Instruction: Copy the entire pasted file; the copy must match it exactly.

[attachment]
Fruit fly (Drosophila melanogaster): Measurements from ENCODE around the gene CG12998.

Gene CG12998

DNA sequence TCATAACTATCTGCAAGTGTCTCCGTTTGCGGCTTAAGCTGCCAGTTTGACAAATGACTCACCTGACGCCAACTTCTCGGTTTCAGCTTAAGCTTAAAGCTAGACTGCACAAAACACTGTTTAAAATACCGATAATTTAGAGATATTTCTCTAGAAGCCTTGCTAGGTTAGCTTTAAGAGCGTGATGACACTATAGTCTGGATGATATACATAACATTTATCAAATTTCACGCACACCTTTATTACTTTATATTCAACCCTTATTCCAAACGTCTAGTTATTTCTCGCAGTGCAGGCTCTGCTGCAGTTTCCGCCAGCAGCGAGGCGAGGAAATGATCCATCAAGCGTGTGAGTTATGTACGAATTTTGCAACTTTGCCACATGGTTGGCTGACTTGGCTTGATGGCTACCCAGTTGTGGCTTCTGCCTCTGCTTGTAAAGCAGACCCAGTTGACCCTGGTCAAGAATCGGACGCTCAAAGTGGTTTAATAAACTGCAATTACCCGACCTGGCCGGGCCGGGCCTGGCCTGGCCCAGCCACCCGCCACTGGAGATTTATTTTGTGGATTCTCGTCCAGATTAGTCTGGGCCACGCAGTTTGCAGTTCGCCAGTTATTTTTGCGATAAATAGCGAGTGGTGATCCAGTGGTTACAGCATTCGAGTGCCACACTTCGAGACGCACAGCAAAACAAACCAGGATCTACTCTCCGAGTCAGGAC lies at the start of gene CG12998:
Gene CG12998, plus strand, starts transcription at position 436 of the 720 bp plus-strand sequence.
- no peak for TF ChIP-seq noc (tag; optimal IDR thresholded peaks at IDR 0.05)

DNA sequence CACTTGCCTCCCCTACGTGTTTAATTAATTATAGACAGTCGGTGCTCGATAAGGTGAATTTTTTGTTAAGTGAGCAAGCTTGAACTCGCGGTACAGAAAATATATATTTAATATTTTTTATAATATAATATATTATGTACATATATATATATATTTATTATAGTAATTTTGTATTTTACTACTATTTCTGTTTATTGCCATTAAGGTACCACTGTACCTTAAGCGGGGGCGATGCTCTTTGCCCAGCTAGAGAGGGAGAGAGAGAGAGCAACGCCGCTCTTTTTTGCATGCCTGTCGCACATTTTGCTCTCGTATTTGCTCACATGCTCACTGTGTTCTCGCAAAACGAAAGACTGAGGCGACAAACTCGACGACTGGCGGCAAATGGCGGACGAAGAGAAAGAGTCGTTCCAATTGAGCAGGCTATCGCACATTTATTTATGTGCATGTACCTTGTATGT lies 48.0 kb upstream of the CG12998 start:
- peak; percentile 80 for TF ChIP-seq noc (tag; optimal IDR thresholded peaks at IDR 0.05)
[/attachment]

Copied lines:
Fruit fly (Drosophila melanogaster): Measurements from ENCODE around the gene CG12998.

Gene CG12998

DNA sequence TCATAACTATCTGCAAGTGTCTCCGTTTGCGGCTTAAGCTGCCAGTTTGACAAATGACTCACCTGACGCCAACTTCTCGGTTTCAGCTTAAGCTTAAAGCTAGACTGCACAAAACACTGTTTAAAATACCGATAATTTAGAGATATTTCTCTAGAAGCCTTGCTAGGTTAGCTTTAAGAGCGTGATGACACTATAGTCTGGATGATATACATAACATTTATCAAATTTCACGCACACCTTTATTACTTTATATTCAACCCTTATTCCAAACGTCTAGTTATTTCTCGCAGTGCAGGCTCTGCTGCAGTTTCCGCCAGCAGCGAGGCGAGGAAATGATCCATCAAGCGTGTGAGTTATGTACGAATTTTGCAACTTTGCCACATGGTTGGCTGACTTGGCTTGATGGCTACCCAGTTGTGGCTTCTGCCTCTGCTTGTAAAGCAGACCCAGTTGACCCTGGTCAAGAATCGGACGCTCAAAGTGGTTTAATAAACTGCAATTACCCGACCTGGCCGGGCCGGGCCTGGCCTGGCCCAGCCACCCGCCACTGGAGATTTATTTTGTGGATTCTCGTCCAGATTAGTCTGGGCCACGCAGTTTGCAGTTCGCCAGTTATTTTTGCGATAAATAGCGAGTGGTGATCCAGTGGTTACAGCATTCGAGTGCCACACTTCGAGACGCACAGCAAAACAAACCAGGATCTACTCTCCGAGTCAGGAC lies at the start of gene CG12998:
Gene CG12998, plus strand, starts transcription at position 436 of the 720 bp plus-strand sequence.
- no peak for TF ChIP-seq noc (tag; optimal IDR thresholded peaks at IDR 0.05)

DNA sequence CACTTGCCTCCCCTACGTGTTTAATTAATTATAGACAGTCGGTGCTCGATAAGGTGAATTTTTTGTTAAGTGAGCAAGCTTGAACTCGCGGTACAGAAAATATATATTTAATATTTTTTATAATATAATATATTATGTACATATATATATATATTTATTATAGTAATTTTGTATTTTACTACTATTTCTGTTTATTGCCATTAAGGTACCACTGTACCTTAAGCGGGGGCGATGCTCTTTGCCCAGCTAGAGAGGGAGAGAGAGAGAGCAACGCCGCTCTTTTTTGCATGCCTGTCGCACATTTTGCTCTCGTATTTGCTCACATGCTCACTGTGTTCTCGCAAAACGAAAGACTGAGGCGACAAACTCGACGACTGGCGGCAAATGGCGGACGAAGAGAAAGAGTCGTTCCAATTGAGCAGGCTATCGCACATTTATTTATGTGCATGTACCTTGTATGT lies 48.0 kb upstream of the CG12998 start:
- peak; percentile 80 for TF ChIP-seq noc (tag; optimal IDR thresholded peaks at IDR 0.05)